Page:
Palmer to use company money to fund new party
CONTROVERSIAL businessman Clive Palmer has promised to use his companies' money to fund a renewed political bid, as his press conference was crashed by a Townsville MP in a fiery confrontation.
It is despite an "advanced" investigation from Corporate watchdog ASIC into whether there was a misuse of his company Queensland Nickel's funds for the Palmer United Party during his previous political bid.
Mr Palmer in Canberra this morning confirmed former One Nation Senator Brian Burston will join his renamed United Australia Party, while he will consider a run for a House of Representatives seat.
He claimed he will run a candidate in every Senate spot and House of Representatives seat.
The mining magnate's company Queensland Nickel collapsed in 2016 owing $300 million, including about $70 million in unpaid workers' entitlements, while 800 people lost their jobs.
Mr Palmer yesterday told the press conference that he "didn't owe anyone, anything in North Queensland".
Member for Herbert Cathy O'Toole crashed the media event, asking Mr Palmer about payment for his workers, reading out a list of former employees she says are still owed money.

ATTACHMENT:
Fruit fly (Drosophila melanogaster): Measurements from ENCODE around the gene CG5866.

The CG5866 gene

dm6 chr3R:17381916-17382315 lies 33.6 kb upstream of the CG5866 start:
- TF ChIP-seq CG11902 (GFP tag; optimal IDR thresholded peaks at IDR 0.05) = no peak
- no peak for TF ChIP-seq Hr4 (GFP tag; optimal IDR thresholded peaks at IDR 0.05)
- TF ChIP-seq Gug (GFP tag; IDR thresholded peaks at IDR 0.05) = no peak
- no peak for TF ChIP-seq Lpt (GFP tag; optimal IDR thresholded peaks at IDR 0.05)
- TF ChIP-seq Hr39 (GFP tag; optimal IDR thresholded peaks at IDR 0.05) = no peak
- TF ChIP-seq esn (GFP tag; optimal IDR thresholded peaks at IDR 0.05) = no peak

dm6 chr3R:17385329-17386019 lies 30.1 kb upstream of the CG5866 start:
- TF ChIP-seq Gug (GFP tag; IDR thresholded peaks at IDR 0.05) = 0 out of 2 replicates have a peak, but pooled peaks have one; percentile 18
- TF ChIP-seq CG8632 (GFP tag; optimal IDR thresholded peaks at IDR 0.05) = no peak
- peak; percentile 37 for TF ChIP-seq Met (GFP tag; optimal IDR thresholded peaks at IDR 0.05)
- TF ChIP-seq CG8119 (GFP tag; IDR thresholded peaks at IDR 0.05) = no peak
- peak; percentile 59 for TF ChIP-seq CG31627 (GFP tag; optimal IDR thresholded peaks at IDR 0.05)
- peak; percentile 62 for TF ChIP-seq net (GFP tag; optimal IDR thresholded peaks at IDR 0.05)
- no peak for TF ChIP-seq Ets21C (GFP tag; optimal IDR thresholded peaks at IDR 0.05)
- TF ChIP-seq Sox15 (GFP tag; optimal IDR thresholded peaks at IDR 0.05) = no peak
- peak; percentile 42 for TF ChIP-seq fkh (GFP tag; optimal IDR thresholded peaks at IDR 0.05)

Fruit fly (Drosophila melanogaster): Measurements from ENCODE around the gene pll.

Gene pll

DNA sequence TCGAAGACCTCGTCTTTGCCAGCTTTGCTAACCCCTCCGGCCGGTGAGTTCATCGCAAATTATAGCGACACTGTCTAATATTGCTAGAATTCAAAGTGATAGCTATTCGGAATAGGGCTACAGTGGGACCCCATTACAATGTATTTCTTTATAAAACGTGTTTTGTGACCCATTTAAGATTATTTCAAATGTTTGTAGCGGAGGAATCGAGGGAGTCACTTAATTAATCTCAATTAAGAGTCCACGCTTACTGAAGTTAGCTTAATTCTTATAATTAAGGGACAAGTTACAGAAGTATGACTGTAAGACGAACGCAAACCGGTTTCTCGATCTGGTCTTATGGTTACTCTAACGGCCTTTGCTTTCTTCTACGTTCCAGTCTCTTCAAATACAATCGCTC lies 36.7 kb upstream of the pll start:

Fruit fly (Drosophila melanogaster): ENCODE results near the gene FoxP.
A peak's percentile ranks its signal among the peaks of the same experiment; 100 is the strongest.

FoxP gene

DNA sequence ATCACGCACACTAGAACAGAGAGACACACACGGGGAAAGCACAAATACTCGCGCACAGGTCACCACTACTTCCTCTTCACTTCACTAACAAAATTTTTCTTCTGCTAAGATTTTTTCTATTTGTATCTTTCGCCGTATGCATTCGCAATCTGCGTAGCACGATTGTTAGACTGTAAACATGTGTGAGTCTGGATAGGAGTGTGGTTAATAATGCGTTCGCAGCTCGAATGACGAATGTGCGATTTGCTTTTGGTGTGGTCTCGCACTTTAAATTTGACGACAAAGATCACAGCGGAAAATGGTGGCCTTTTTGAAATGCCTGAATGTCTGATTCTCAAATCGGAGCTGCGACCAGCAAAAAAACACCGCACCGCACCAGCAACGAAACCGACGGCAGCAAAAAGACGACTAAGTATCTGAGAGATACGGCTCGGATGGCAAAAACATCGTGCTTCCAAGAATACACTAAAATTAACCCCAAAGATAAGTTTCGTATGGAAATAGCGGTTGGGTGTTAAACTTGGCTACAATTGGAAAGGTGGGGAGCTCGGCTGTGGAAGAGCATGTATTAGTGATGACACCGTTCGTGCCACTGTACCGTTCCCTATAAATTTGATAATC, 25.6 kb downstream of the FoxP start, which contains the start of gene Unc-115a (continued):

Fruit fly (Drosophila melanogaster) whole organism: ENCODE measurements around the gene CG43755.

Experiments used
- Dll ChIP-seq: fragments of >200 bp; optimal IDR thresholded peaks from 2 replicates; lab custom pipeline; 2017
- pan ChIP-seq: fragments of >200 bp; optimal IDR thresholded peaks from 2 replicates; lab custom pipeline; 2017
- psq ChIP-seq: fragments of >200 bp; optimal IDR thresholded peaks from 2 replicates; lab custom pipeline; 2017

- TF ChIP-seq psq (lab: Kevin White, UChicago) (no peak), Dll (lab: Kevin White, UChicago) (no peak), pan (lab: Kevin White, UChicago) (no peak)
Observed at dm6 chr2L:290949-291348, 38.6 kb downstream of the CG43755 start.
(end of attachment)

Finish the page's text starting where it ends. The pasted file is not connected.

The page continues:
"Why aren't you paying the workers in Herbert district in Townsville the money they are owed," she said.
In the fiery exchange Mr Palmer said he sympathised with north Queenslanders.
"Sympathy doesn't pay their bills," Ms O'Toole said.
Mr Palmer replied it was not his responsibility to pay their bills, with Ms O'Toole firing back that he had a responsibility to pay their entitlements.
He also said he would use company funds to pay for his party's campaign.
"Course the money from my companies that I own 100 per cent will be supporting political lives in Australia," he said.
"You people seem to think if I have got money that I own I can't spend it as I want to. That is a freedom in this country."
Corporate watchdog Australian Securities and Investments Commission has an active investigation running into whether there were breaches of a director's duties and the use of company funds for the Palmer United Party.
Mr Palmer said he would consider running for a Lower House seat.
"I did that before and was successful in winning a seat (in 2013). What we have got to do of course is look to the future and for this country to get better we may have to have new policies, new changes in government and new expansion," he said.
A conviction for breaching company takeover laws carries a maximum penalty of two years' jail.
A person convicted of a crime carrying a penalty of more than one year's jail in ineligible for Parliament, but Mr Palmer yesterday denied wrong doing and said he would be eligible.
Mr Palmer did not run in 2016 when his party recorded less than 0.2 per cent of the Senate vote across the country.
But he said there had been strong interest in the UAP since his relaunched political bid was announced.